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Liberating thoughts on Martin Luther King Day

January 16th is the birthday of Dr. Martin Luther King. Monday is a federal holiday and a four day weekend. Since I was a teenager, listening to Dr. King speak made me weep, overwhelmed with his words and their message. To have hope and faith in the face of such adversity, institutional oppression and cultural divide. And now, 44 years later, we have a man as out president whose father was black. Progress towards a goal can be made with slow, steady determination. The mountain top can be scaled with fortitude if you believe. I wonder what the fear must have been like, the dark moments, when Dr. King sat alone and wept in despair, doubting he might ever see a day when people of color had full citizenship and rights. It is a true lesson in faith in a higher power. Press on. Do not get derailed, detoured or distracted. Eleanor Roosevelt said that the future belongs to those who BELIEVE in the beauty of their dreams. It is not enough to dream or even dream big. It is that one believes in the dream. Faith is illogical, it bends the rational mind. It is the force field against fear. Without faith, fear decimates dreams, squashing them into dust, shaming you for even thinking you could or might. But like all creepy crawly things that scurry in the dark and engender fear and doubt, the best antidote is Light. Turn on the light, highlight the dreams, and the creeping fear slinks away.

I signed the binder for the purchase of my property this weekend. The symbolism is intentional. I came home and crawled back into bed and slept for two hours, letting fear nip at my heels. Then I realized that I have not been irrational. I am not pressed by time. I have the opportunity to convert the small replica of my dream into an actual home. All the clipped photos and writings and notes form an amalgam of the house I believe to be our home. I cannot doubt or fear; to do so means I doubt myself. To believe in this project is to validate myself and my dreams. I shall step forward boldly and in faith and follow the middle path between over confidence and tentativeness, between delusion and hopelessness.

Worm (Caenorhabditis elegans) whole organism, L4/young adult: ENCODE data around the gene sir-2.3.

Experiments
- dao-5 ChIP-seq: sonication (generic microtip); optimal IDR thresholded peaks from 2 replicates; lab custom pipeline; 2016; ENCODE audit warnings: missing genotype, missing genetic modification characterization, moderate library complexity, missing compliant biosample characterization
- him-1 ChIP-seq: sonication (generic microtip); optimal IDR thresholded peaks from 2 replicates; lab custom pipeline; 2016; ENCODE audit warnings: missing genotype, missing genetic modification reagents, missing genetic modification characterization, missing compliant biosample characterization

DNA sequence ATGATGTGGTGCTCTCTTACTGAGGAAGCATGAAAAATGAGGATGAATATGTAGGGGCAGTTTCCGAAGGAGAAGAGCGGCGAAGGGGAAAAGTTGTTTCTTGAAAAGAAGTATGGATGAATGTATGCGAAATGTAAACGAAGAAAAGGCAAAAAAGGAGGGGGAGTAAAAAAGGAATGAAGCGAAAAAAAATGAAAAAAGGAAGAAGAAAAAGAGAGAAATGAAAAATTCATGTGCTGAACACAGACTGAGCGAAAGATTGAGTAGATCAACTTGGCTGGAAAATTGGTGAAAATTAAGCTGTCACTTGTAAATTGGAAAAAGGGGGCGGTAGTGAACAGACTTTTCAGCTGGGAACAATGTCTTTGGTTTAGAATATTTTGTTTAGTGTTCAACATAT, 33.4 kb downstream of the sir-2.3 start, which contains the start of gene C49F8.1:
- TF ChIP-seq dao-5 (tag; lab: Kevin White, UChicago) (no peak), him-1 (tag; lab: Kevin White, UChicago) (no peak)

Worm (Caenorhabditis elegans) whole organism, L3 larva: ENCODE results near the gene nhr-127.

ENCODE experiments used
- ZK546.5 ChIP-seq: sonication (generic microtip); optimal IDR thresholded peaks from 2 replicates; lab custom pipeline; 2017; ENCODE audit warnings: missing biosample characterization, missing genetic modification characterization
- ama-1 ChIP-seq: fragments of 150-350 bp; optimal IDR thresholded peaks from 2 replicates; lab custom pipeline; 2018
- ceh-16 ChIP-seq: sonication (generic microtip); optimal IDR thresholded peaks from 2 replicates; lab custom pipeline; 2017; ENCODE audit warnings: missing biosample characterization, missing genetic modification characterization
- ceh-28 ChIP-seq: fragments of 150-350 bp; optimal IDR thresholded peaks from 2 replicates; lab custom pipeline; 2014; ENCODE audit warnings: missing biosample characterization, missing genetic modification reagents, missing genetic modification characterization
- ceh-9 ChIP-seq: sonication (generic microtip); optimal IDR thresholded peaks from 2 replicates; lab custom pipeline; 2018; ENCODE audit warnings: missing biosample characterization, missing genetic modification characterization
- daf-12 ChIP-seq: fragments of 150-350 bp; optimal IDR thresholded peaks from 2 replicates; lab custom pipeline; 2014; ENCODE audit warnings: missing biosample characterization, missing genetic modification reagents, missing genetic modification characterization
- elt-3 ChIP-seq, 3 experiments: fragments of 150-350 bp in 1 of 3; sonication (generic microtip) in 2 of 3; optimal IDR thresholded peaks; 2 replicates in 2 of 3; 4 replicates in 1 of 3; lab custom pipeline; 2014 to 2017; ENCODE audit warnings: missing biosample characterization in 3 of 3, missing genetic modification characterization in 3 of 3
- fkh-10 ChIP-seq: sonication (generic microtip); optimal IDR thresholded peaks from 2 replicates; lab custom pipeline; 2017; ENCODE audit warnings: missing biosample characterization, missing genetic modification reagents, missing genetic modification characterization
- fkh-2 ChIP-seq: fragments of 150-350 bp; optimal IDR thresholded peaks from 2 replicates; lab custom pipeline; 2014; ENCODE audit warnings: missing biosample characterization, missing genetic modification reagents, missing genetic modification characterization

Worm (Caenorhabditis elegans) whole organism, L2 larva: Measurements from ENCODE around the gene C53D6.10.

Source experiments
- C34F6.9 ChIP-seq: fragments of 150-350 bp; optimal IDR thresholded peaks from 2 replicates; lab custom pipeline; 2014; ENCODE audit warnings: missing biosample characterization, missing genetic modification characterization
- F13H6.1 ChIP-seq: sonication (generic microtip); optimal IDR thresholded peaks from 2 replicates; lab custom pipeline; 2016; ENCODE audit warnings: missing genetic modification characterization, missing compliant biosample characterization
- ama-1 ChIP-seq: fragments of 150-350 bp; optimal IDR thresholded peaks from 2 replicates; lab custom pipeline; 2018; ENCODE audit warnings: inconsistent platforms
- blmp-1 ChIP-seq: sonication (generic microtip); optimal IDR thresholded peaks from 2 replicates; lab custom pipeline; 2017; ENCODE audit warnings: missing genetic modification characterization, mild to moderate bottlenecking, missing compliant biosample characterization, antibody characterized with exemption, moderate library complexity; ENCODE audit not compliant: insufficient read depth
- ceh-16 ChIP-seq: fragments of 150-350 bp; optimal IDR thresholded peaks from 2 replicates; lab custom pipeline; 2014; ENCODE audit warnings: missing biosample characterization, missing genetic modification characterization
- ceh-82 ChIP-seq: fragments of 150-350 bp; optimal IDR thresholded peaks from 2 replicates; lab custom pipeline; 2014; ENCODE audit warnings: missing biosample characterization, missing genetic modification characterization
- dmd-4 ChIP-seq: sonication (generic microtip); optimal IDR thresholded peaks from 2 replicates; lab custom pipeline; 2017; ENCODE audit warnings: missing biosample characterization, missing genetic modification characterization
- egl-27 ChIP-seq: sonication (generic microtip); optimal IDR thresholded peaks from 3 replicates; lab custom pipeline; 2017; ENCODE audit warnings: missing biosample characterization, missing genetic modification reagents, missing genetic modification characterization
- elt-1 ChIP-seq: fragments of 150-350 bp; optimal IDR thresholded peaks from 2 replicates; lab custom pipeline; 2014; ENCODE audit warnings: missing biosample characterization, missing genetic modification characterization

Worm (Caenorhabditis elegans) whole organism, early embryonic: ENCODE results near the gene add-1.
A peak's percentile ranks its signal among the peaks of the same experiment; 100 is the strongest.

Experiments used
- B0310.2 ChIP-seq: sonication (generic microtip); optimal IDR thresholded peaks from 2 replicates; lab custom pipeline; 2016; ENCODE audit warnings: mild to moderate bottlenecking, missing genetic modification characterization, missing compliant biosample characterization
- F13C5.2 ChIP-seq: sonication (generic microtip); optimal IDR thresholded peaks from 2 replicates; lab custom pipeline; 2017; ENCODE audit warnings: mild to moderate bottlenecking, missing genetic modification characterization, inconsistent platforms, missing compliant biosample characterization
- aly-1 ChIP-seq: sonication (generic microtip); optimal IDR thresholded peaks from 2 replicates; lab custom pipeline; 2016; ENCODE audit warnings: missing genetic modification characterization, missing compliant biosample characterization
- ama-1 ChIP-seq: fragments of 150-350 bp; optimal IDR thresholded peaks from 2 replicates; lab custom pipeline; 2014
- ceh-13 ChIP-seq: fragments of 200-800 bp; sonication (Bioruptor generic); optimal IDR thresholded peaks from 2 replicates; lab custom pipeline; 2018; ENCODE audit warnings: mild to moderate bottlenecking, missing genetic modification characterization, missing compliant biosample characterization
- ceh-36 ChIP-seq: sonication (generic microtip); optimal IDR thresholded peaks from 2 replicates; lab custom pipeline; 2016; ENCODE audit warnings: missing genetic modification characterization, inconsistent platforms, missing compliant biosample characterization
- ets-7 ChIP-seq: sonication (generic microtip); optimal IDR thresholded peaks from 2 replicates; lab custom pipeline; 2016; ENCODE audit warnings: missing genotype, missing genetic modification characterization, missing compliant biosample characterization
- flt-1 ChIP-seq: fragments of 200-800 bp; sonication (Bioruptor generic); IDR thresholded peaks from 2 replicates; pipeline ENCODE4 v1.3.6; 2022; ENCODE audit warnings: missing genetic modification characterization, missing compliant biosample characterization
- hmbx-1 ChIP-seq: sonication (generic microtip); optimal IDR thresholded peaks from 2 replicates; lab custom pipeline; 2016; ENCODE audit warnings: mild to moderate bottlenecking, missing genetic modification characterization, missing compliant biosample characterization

People think dreamers are crazy. Those people who believe that they can sail around the world, land on the moon, achieve equality for a race of people oppressed, escape genocide or Holocaust, survive and rebuild from devastation like Andrew, Katrina or this earthquake in Haiti are met by a chorus of doomsdayers. There is no response but to forge forward and believe. The task may seem insurmountable. How many of us after Hurricane Andrew believed Miami was forever lost? It just takes time and determination and a little thing called faith.

I also walked the property with my architect and visited another house he designed that fits very closely to what I envision. I will meet with a potential builder, too. I am not close to breaking ground but it is good to know the direction I am headed. Each little step is another block in the structure of this dream I believe in.

The undeveloped lot

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